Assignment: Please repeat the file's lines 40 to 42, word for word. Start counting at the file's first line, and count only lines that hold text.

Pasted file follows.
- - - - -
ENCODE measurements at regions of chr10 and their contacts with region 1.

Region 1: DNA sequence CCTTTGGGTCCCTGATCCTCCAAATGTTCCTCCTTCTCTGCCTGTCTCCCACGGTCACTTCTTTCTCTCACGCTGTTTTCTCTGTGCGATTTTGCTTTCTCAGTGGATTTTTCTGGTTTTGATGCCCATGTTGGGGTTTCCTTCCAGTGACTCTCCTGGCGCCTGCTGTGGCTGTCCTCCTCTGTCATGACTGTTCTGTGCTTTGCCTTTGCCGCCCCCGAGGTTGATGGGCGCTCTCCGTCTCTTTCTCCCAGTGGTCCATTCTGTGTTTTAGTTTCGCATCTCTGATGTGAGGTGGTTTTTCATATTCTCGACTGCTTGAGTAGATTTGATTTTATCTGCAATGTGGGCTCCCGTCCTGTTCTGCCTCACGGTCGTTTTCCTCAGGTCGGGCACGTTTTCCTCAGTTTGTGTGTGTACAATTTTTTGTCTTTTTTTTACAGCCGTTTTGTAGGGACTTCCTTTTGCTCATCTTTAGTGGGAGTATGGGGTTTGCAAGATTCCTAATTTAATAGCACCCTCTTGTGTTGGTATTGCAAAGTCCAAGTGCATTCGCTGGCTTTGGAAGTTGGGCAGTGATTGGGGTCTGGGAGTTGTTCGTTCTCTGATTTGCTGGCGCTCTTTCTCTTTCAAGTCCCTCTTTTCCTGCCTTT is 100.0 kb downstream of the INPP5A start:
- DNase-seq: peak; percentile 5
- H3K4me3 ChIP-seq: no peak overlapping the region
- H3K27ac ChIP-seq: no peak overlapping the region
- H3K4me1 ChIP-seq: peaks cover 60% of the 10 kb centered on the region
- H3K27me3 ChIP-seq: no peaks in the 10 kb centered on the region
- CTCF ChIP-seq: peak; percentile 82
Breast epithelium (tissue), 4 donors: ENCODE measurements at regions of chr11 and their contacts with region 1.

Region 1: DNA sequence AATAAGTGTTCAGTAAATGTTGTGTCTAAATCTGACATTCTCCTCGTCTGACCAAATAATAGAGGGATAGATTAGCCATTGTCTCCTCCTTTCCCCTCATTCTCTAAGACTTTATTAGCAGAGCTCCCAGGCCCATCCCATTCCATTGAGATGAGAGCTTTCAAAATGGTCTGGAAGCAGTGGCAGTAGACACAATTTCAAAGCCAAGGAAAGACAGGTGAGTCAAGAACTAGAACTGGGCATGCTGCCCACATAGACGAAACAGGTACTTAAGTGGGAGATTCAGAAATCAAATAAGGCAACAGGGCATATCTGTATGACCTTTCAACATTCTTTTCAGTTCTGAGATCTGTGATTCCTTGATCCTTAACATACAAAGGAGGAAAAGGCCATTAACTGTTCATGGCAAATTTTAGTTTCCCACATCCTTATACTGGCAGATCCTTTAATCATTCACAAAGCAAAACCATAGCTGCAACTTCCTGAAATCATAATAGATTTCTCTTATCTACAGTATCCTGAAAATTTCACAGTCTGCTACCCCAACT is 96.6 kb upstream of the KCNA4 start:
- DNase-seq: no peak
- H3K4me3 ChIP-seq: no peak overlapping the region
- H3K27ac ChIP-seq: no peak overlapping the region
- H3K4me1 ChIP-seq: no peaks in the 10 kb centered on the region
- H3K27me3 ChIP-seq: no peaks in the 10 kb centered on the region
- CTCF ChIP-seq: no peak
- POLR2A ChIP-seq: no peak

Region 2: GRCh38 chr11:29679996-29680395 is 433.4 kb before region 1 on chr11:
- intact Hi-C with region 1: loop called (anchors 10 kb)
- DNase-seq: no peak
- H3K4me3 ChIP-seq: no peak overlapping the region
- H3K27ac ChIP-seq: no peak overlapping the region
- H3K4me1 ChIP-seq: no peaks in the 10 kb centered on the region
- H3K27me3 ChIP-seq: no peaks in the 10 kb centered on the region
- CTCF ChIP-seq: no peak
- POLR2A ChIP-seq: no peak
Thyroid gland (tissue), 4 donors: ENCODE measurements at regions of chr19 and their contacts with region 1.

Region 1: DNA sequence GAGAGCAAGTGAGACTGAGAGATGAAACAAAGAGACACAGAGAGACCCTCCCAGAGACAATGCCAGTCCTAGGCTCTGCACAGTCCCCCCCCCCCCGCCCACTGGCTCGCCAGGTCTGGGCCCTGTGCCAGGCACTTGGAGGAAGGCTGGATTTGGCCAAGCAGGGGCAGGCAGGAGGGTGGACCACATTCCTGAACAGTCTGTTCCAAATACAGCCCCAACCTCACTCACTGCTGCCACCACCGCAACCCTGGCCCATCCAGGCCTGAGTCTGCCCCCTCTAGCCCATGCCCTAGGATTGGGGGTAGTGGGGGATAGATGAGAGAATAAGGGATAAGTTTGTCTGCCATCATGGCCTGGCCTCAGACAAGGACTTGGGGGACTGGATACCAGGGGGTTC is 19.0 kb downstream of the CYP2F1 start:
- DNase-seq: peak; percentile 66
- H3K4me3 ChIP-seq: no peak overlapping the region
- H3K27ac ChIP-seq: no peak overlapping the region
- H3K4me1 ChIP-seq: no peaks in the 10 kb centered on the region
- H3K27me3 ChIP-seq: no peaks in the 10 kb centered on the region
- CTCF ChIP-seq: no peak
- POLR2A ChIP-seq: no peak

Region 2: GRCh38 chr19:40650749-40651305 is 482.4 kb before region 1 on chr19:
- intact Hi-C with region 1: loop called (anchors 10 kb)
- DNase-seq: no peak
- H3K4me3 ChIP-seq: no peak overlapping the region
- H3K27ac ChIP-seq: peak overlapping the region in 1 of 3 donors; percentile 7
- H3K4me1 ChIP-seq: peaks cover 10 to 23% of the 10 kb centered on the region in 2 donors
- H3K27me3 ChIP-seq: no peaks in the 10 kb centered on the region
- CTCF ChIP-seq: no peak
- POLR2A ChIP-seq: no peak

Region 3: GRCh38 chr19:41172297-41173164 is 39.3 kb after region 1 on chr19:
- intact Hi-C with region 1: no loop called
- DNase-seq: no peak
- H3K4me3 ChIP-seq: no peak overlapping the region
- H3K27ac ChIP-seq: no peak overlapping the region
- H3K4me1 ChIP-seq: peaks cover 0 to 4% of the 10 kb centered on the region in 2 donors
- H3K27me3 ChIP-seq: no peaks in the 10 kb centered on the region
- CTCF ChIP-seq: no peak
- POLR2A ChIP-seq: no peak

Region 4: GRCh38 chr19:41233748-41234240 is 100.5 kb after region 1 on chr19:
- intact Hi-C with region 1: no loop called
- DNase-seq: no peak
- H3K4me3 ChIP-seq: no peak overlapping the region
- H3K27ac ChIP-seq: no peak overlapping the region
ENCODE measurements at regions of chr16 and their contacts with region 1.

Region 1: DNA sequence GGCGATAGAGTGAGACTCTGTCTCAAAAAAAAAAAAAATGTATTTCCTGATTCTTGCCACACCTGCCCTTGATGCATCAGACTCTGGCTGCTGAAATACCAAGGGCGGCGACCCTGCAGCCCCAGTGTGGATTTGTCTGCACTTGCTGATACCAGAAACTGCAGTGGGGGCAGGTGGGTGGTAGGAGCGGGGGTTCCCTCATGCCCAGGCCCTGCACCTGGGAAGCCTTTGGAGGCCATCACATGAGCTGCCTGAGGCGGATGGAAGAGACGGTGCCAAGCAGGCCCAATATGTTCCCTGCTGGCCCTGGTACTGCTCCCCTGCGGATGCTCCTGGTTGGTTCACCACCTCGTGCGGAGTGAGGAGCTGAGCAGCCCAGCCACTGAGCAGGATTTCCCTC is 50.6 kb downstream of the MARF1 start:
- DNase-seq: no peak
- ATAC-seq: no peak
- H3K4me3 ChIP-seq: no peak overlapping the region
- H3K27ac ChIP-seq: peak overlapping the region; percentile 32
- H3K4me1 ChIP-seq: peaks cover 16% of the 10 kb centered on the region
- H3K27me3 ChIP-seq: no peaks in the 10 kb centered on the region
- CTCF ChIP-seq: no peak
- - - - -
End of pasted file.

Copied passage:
- H3K27ac ChIP-seq: peak overlapping the region in 1 of 3 donors; percentile 7
- H3K4me1 ChIP-seq: peaks cover 10 to 23% of the 10 kb centered on the region in 2 donors
- H3K27me3 ChIP-seq: no peaks in the 10 kb centered on the region